I am just sitting around today poking at my blog, messing with my recommended books list, adding new links to old posts there, and leaving obscure comments on old posts that I am running into that are never likely to be found by anyone else, but you never know. I am also waiting for our new refrigerator to arrive. So it seemed like a good time to write a Sunday post, which we all know is the incredibly folksy kind of post. The kind of post where a person can talk about a refrigerator and not have it mean anything. Yes, I could develop a refrigerator discussion into a rumination on aging, or life in Minnesota, but on Sundays we let the new refrigerator just be a place to put food that we want to keep cold.
And the refrigerator breathes a cool sigh of relief.
I have a sort of vision for this new refrigerator. Part of me is aware of the perversity and ultimate unhealthiness of this vision, but nevertheless it leaves me breathlessly excited about the arrival of our new appliance.
I picture my big, shiny, white, clean new refrigerator shelf, which is far bigger than anything I had in our old, small, freezes-anything-too-far-to-the-back refrigerator. And on this beautiful shelf are jars, just jars. None of them will be fancy, but all will be at least plain, clear, unlabeled. The left side is full of slightly varying in color mayonnaises and aiolis. Saffron mayonnaise, sweet meyer lemon mayonnaise, sesame tamari mayonnaise. The other side of the refrigerator shelf, the right side, will all be full of fruit syrups, each one like a big, fat, sweet jewel, full of light and rich gem colors. Cherry syrup and strawberry, peach and plum, raspberry and mango, all waiting to be poured into a clear glass a quarter to a third full, and then finished with the most strongly sparkling water I could find. When one adds the strongly sparkling water to the syrup it foams beautifully into a pale opaque colored version of the syrup itself, and tastes quintessentially of the fruit one started with.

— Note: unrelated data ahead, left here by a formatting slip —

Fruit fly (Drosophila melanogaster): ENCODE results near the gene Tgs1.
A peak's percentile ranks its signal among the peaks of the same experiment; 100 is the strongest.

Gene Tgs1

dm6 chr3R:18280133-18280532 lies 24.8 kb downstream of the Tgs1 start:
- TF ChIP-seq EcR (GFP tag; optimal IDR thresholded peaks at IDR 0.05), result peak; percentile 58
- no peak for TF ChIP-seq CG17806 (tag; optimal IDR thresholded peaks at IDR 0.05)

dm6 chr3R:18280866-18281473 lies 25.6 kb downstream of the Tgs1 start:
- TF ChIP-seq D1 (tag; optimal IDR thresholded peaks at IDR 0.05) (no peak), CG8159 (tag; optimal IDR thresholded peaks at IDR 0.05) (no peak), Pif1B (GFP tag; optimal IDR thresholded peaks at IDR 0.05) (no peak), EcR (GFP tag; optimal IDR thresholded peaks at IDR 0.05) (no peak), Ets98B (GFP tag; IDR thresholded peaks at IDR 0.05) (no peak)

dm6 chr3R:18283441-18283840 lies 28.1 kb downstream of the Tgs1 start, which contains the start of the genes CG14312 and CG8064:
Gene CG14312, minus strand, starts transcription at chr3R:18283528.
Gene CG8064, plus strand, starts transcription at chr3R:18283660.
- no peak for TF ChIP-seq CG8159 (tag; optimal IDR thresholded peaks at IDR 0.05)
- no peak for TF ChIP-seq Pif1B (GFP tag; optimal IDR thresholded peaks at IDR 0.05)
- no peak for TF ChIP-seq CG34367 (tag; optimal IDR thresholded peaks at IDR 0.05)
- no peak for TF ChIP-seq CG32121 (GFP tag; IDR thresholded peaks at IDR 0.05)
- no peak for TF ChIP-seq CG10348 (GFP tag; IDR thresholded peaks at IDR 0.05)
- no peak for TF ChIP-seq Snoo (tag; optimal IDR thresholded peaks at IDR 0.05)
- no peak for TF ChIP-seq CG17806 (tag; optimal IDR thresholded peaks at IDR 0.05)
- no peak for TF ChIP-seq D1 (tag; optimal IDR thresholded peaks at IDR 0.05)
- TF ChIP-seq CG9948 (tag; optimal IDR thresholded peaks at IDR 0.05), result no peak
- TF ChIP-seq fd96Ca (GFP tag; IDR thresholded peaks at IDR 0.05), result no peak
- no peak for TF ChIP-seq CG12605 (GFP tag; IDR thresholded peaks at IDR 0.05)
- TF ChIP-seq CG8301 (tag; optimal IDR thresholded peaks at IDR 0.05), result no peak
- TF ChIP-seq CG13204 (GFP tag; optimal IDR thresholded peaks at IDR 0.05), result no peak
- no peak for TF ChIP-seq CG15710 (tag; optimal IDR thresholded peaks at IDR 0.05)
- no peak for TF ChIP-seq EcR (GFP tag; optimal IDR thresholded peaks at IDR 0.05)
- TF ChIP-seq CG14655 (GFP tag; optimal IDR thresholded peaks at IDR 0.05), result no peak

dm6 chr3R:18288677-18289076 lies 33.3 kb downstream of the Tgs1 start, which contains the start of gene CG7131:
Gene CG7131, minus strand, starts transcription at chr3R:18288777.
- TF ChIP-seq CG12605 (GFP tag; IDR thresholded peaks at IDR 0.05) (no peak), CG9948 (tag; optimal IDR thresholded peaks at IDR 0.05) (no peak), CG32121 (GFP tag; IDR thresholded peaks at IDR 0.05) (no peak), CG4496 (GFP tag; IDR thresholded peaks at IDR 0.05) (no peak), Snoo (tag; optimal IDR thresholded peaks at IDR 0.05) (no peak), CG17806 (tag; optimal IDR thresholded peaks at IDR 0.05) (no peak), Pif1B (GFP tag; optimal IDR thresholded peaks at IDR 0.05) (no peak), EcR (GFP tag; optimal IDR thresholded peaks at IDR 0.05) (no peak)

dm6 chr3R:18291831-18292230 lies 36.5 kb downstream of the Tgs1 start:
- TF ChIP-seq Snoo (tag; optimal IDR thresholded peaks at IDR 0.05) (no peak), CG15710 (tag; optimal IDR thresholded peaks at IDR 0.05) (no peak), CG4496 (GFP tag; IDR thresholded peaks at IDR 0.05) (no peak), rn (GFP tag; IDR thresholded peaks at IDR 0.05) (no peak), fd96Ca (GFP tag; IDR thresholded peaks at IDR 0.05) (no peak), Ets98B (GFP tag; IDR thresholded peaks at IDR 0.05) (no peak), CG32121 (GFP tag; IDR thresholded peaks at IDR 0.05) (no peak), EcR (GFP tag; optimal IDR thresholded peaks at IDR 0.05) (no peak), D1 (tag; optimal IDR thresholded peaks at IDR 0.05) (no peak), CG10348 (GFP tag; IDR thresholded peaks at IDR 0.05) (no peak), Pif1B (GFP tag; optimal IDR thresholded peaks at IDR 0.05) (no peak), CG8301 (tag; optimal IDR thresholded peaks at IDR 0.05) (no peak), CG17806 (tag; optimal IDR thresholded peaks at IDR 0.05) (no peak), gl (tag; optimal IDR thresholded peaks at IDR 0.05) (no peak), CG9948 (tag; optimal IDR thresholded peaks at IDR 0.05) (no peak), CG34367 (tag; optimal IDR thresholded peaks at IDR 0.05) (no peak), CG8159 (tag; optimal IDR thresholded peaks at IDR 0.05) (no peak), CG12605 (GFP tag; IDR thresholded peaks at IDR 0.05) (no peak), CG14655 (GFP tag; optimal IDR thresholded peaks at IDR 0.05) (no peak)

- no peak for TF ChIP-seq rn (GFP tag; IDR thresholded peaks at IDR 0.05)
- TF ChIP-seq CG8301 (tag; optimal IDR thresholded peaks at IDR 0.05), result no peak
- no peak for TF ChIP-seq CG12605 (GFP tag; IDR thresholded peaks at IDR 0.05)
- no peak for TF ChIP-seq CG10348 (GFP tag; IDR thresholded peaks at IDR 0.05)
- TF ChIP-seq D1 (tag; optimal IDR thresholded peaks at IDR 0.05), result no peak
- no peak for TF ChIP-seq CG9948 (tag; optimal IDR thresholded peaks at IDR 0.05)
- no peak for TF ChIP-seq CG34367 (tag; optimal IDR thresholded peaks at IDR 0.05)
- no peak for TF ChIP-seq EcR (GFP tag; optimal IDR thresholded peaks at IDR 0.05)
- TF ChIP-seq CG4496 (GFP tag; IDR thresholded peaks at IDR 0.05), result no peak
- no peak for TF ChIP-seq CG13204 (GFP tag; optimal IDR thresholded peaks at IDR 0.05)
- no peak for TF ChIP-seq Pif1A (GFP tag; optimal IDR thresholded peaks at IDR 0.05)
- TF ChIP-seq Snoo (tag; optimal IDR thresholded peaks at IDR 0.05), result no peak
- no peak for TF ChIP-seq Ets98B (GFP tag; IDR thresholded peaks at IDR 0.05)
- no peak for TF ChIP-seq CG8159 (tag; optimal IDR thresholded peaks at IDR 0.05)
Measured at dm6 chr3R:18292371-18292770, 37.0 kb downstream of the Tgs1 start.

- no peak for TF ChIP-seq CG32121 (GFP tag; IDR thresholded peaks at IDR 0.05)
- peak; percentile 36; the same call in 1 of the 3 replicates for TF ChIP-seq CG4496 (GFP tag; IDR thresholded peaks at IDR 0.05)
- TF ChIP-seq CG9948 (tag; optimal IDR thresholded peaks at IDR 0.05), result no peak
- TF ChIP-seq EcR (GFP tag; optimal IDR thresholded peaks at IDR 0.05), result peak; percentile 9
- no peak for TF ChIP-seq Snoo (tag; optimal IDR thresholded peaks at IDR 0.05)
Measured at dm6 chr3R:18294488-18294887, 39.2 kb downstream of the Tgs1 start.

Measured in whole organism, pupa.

No one asked about the mayonnaise, but I did get a comment request last week for a fruit syrup recipe when I mentioned them in passing. I thought, "Why not?"
This is a very simple recipe (well, simple to write, or explain, but it can vary, based on the fruit, as to how much work it is). I am going to base our fruit syrup recipe here on the bucket of cherries my incredibly kind and generous co-worker gave me just yesterday. But similar principles apply to other fruits.
1. Get a bucket of some kind of non sweet pie cherry. These should be fresh cherries ideally, given to you by someone you work with.
2. Spend a couple hours pitting these cherries on your back porch or somewhere pleasant outside. You have to do this outside because pitting cherries is roughly like slaughtering a pig. Staining red splatters would spray the entirety of the inside of your house no matter what precautions you took if you did it inside.
3. Discard the pits. These are not edible! Too crunchy!
4. Put all your cherries in a big pot. Add a whole lot of agave syrup, or if you will, sugar. But they have to be organic because otherwise you will get cancer and die. I don't want you to die!
5. "How much syrup or sugar?" You ask. A whole lot. But not too much. I know this is awful cooking blog measuring, but fortunately there is a huge margin here before you can go wrong and I'm not even sure you could go wrong.
6. Cook on low heat for a couple of hours. Ideally it will look a bit thickish, but it's still going to be quite liquidy.
7. Just let it sit there for some hours cooling.
8. Strain it through a metal mesh thing, you know, a strainer, that's like mesh. You really want to stir and get all the precious liquid that you can out and into your jar.
9. Add your beautiful, deep red jar of cherry syrup to your shelf with the blueberry syrup, plum syrup, espresso syrup, and cantaloupe syrup. These will be to the right of your Aiolis, unless you are tragically allergic to raw eggs and have something else on that side of the refrigerator.
10. Reserve all the drained cherries for other recreational eating opportunities!